Mortgage Fraud Scandal Brewing *VIDEO*

By American News Project | Related entries in Housing, Subprime, Video

Criminal fraud may be one of the most underreported aspect of our current financial crisis.

This is Lagan at ANP.

In this “Road to Ruin” report, former subprime lenders from Ameriquest, once the country’s largest lender, describe a system rife with fraud. They describe how a “by-any-means-necessary” policy pushed employees to cut corners and falsify documents on bad mortgages and then sell the toxic assets to Wall Street banks eager to make fast profits.



This entry was posted on Monday, May 11th, 2009 and is filed under Housing, Subprime, Video. You can follow any responses to this entry through the RSS 2.0 feed. You can leave a response, or trackback from your own site.

5 Responses to “Mortgage Fraud Scandal Brewing *VIDEO*”

  1. kranky kritter Says:

    I’ve been wondering when folks would get around to this aspect of the story in more close detail.

    • Borrowers fraudulently lied on applications about their income. “I’m sure it will be fine,” they said.

    • Loan originators knew, and often encouraged or even participated. “I’m sure it will be fine,” they said.

    •Loan purchasers knew, and hid behind “we’re charging higher interest rates because the income isn’t being verified. I’m sure it will be fine,” they said.

    • Loan packagers knew, and pretended to be able to package away the risk. “I’m sure it will be fine,” they said.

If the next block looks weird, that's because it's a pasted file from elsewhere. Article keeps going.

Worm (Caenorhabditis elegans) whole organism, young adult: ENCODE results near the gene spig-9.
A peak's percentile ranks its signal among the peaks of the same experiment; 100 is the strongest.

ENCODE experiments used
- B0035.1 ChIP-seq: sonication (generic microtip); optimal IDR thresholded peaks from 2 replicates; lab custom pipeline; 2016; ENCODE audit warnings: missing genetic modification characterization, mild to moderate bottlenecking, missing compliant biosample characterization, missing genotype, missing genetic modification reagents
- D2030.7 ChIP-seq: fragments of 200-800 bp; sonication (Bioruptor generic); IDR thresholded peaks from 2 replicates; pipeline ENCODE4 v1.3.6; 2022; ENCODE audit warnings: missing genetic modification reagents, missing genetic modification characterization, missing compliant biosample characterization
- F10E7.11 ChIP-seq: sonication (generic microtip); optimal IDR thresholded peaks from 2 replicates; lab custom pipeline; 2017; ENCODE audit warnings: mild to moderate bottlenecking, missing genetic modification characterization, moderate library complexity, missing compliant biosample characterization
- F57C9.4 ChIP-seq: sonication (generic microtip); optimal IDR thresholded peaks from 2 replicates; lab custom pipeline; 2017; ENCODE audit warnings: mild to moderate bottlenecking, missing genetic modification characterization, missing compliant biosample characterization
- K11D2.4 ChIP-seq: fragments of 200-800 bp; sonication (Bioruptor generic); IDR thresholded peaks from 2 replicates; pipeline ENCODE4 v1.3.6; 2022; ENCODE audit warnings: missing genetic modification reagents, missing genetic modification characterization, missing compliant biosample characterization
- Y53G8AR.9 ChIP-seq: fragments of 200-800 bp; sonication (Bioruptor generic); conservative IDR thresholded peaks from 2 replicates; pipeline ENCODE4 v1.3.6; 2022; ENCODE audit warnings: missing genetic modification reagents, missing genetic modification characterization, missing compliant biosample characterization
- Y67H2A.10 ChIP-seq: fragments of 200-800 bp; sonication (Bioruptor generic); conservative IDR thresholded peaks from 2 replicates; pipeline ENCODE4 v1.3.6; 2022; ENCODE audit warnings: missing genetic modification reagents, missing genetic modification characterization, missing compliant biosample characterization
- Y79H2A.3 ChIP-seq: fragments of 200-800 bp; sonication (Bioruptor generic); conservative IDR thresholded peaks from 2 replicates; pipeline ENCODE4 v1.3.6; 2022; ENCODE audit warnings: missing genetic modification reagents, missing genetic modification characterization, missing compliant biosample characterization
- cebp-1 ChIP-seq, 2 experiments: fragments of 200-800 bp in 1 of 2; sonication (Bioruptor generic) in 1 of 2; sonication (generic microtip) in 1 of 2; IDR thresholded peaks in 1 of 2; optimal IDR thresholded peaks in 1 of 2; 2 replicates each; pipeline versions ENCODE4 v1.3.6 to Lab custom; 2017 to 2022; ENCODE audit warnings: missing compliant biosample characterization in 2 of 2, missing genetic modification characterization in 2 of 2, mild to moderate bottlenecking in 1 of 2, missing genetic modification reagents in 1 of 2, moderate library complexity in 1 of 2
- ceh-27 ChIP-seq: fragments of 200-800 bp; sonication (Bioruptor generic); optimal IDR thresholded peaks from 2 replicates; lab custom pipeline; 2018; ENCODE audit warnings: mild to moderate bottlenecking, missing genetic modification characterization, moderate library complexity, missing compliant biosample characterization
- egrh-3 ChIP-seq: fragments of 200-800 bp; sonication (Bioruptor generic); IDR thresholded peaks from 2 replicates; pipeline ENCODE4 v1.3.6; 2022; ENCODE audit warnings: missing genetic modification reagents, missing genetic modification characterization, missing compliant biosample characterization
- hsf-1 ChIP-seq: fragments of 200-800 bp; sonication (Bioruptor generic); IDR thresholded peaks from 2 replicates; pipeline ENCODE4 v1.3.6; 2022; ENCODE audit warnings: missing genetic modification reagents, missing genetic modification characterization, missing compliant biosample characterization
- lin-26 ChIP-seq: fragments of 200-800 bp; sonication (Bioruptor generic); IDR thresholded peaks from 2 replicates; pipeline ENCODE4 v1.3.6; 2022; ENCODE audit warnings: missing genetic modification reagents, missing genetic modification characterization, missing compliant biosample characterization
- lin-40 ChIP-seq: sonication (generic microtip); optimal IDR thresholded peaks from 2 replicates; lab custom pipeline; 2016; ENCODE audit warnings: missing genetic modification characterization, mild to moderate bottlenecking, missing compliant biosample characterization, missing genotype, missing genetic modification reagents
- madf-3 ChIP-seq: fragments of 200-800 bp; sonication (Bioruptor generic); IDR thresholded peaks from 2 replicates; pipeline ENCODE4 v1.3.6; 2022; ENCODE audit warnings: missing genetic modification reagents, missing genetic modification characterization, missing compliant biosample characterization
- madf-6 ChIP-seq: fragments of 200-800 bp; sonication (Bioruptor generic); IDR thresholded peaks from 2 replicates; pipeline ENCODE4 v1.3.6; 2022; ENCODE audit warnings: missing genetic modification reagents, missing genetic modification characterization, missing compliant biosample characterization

• raters of these loan packages knew, and rated these packages as AAA investment grade by using models that presumed that 6-8-10 annual growth per year was sustainable over the long term, though everyone knew it wasn’t. “I’m sure it will be fine,” they said.

    • investors in the packages used the ratings as excuses to not understand what they were investing in. “I’m sure it will be fine,” they said.

    Top to bottom, beginning to end, either fraud or negligence or both at every stage. But I’m sure it will be fine.

  2. Agnostick Says:

    One need only remember that their are at least two signatures on every contract.

  3. Trescml Says:

    Although you basically have several people in this video admitting to fraud, I don’t think much is going to come out of this. A few random people will serve minor jail terms. If you get caught stealing a car you go to jail, if you scam 10K chances are very good that you will get away with it. We as a society don’t put a high priority on white collar crime so we will see these large scale scandals every 5 to 10 years to so.

  4. Mike A Says:

    Agnostik,

    “One need only remember that their are at least two signatures on every contract.”

    Under normal circumstances your point would be fine. But the systemic approach from, as KK puts it “Top to bottom, beginning to end….”, put our entire economy at risk. All of us, whose signatures did not appear on the contracts and were responsible in our own transactions, are now paying the price of others.

    The impact of those two signatures has substantially broadened beyond the two parties signing the contract

  5. Bill’s Blog » Blog Archive » America’s Money Is Being Held Hostage Says:

    [...] A video describing some of the criminal fraud — how a ‘by-any-means-necessary’ policy that made employees cut corners and falsify documents on bad mortgages to sell the toxic assets to Wall Street banks eager to make fast profits — that caused the financial meltdown can be found here. [...]

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